Safety and Training

Children and Gun Safety

Photo courtesy of

We have a new shooter-in-training here at Cheaper Than Dirt. CTD Brandon and his wife had a baby just this past October. Eventually CTD Brandon is going to have to explain to CTD Baby about firearms. Being a new parent is overwhelming enough without having to think about the dreaded talks like “how did I get here” and negotiating when to introduce firearms to your children. My philosophy is, introduce them as soon as you can, before playground rumors and misinformation lead to trouble.

The perfect time to introduce firearm safety to your child is as soon as they can understand. From eight to twelve months, babies understand simple commands such as “no” and “don’t touch.” At three, which is about the average age a child can successfully pull the trigger on a firearm, they know several hundred words.

Toddlers are a curious sort, and find any way possible to get into things. They climb and open containers, and are very ingenious at getting into things you may think you have put out of their reach. Since younger children cannot distinguish between a real gun and a fake gun, or fully grasp the idea behind fantasy and reality, it is best to start teaching gun safety as early as possible—before they can find your firearms on their own.

Photo courtesy of the NRA
Photo courtesy of the NRA

The NRA has a gun safety program designed just for children called the Eddie Eagle Safety Program. Psychologists, reading specialists, teachers, curriculum specials, law enforcement, and urban housing safety officials collaborated to create a program that successfully teaches children gun safety, whether or not there is a gun in the home. Even a toddler can understand the simple rules of the Eddie Eagle Safety Program:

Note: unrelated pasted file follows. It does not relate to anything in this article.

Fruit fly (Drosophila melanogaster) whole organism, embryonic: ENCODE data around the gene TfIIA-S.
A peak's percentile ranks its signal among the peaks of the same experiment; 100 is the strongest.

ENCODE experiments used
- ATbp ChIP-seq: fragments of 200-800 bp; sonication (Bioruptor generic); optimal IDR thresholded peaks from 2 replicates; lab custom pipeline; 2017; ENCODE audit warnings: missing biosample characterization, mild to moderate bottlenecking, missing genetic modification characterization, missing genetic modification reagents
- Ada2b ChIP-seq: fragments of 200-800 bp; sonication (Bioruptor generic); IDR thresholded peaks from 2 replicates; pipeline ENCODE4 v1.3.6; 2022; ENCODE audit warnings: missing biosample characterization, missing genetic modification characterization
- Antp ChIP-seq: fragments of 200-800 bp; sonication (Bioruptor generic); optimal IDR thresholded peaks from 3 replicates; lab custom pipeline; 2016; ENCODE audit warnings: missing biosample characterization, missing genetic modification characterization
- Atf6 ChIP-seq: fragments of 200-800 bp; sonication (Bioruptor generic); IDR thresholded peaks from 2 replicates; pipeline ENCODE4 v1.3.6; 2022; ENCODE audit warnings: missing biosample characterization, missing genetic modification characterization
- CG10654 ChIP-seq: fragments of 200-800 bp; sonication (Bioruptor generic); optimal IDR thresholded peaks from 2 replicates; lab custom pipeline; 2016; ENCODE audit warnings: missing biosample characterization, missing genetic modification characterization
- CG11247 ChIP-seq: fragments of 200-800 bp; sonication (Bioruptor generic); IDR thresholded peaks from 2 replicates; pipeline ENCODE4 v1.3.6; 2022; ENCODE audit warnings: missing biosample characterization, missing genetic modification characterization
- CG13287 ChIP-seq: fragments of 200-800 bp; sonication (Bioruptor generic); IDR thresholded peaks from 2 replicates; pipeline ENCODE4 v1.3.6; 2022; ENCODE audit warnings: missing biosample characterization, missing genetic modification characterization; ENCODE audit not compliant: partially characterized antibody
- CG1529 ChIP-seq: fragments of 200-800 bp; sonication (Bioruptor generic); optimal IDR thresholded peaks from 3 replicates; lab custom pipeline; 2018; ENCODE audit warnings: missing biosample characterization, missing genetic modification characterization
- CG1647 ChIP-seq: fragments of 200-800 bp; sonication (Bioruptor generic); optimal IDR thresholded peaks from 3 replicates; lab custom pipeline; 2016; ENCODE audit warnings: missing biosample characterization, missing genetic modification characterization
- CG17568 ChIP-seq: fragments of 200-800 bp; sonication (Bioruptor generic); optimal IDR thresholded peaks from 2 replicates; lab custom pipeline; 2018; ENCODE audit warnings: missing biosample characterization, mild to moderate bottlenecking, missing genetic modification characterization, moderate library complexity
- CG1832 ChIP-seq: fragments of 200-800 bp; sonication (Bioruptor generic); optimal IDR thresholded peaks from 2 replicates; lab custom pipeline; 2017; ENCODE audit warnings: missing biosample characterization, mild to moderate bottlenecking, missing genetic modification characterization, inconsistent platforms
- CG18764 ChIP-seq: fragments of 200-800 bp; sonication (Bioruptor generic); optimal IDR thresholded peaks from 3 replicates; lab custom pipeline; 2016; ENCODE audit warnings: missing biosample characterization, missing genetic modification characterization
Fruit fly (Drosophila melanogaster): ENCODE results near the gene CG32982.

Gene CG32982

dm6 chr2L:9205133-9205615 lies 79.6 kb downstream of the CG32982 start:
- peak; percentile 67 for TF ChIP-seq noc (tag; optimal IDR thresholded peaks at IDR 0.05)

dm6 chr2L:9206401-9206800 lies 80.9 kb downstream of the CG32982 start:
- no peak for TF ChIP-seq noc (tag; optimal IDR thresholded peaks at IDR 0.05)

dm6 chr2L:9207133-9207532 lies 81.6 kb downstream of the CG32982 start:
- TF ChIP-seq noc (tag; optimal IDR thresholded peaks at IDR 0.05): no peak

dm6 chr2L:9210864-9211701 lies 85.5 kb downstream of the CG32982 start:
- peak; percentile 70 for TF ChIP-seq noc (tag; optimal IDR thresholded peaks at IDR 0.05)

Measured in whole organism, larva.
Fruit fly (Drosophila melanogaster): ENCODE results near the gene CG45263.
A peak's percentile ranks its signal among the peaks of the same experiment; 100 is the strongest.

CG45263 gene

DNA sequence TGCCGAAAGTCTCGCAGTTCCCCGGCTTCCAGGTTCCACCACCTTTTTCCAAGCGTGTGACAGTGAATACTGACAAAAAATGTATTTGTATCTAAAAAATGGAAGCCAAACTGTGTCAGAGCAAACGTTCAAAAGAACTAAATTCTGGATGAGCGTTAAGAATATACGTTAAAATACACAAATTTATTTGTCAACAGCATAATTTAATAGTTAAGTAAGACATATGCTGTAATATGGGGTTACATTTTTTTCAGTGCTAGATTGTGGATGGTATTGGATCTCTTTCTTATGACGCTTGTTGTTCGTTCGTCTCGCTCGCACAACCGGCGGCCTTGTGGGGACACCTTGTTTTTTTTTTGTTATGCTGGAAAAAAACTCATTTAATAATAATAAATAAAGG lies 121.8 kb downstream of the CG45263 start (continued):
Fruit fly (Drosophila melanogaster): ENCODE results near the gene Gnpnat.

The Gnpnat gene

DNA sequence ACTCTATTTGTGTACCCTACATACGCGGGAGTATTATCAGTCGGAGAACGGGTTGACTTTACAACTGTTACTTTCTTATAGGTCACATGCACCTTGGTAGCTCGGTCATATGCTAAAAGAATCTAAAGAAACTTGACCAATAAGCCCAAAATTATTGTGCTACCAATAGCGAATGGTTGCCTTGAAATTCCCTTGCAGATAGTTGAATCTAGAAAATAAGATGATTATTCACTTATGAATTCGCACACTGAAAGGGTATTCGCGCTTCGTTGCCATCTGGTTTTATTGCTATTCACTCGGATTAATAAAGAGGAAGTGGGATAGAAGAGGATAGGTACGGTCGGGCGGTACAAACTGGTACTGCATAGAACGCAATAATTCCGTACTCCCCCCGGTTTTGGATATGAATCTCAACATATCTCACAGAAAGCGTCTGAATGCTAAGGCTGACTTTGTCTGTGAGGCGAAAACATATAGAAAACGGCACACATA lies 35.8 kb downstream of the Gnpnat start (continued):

1. Stop!
  2. Don’t Touch!
  3. Leave the Area!
  4. Tell an Adult!

There is a YouTube video with Eddie the Eagle singing a song and doing a dance to the rules. Sing and dance the song with your kid until they get it. Kids love to repeat things, plus singing and dancing is fun for them!

Step one in gun ownership and children in the home is to take the mystery and curiosity out of firearms. Never give your children a reason to go behind your back and touch the guns without you.

The fact that guns were in my household was never a secret when I was growing up. In middle school, I learned the proper way to safely handle a firearm, as well as how to shoot them. Having them around was not a big deal. I grew up in rural Northwest Arkansas; everyone had a gun rack in the truck or on their ATV. Because they were so commonplace and I was well educated about guns, it never occurred to me to hunt down and bring them out to play with without adult supervision.

Hiding your guns and keeping them a secret makes the gun more attractive to a child. Not explaining the don’t touch rule makes your child’s curiosity more intense. Remember finding your Christmas presents that your parents thought they hid so well, or the magazines hidden under the bed you shouldn’t have been looking at? For some crazy reason when something is off-limits to a kid, the more they feel a desire to eat the forbidden fruit.

So how do you do that? First off, sit down with your child and explain the parts of the gun. Explain how the gun works and gun safety rules. Let your child touch the gun, push the safety switch on and off, feel the magazine, and hold it. Whenever your child gets the itch to touch the gun again, stop what you are doing, bring out the gun, and go over the parts and safety rules again. Remember it is important to enforce the rule of “no touching without adult supervision” strictly.

Photo courtesy of
Photo courtesy of

The majority of parents here at Cheaper Than Dirt have taken their shooting-age children out to the range. A good way to show your children that guns are not toys and to display their destructive power is to shoot different items, like watermelons and water-filled jugs. This is a good way to reinforce how dangerous guns can be. Show your child the “wound” inflicted by the bullet.